Cultural difference in neural mechanisms of self-recognition.

Jie Sui, Chang Hong Liu, Shihui Han

Research output: Contribution to journalArticlepeer-review

98 Citations (SciVal)


Self-construals are different between Western and East Asian cultures in that the Western self emphasizes self-focused attention more, whereas the East Asian self stresses the fundamental social connections between people more. To investigate whether such cultural difference in self-related processing extends to face recognition, we recorded event-related potentials from British and Chinese subjects while they judged head orientations of their own face or a familiar face in visual displays. For the British, the own-face induced faster responses and a larger negative activity at 280-340 ms over the frontal-central area (N2) relative to the familiar face. In contrast, the Chinese showed weakened self-advantage in behavioral responses and reduced anterior N2 amplitude to the own-face compared with the familiar face. Our findings suggest that enhanced social salience of one's own face results in different neurocognitive processes of self-recognition in Western and Chinese cultures.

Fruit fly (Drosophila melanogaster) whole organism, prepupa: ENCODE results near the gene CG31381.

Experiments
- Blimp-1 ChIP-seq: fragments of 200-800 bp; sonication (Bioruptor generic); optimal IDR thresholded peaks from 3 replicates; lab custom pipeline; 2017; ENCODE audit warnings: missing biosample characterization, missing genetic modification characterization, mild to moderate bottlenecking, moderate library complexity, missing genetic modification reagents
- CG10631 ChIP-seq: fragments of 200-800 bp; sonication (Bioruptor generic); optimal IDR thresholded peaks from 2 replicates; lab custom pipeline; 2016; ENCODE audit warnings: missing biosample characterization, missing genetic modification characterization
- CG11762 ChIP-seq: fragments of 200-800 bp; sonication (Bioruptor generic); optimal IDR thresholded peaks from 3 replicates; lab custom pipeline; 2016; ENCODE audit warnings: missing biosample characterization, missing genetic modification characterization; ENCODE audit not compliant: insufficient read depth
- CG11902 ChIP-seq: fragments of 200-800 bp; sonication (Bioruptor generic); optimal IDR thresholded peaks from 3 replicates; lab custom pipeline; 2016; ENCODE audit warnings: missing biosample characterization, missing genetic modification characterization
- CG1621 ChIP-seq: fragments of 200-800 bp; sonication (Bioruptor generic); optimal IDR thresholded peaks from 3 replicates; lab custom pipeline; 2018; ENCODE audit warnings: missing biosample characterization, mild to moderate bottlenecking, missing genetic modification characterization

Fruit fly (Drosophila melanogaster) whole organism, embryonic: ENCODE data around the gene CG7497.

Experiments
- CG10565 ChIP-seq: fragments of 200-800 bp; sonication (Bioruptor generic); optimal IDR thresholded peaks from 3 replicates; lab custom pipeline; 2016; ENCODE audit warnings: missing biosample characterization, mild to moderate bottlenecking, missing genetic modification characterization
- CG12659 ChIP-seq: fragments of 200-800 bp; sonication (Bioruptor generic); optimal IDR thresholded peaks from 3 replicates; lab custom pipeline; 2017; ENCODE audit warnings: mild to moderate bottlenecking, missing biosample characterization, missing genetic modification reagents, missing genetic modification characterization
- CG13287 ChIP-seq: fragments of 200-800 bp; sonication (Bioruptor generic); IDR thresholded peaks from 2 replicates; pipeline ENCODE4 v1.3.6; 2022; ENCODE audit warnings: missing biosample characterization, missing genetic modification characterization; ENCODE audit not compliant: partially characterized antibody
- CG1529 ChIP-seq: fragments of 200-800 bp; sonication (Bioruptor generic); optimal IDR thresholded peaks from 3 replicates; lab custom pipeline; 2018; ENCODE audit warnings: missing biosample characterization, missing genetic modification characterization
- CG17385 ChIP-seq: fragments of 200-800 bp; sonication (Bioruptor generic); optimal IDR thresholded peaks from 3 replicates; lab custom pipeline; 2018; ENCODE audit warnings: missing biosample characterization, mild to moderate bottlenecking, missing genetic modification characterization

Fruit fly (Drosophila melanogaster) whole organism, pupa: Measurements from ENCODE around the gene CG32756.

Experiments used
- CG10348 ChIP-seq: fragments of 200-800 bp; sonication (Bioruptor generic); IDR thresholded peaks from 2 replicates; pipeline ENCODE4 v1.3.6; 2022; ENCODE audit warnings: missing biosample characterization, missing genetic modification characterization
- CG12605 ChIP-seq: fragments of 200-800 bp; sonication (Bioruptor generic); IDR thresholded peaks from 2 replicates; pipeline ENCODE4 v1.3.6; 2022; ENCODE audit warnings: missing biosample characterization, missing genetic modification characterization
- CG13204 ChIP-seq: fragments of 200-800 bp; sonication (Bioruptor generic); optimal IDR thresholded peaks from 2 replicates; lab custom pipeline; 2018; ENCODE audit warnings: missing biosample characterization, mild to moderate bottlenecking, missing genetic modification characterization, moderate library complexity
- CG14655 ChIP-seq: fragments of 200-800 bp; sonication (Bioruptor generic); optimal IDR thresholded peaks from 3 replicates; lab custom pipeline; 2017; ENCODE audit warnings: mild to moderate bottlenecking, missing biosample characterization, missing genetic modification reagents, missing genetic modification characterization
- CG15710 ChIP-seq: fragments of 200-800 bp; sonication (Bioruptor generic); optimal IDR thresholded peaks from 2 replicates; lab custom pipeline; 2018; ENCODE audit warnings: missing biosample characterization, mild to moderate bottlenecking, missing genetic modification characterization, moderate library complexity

Original languageEnglish
Pages (from-to)402-411
Number of pages10
JournalSocial Neuroscience
Issue number5
Early online date8 Sept 2009
Publication statusPublished - 2009

ASJC Scopus subject areas

  • Behavioral Neuroscience
  • Development
  • Social Psychology


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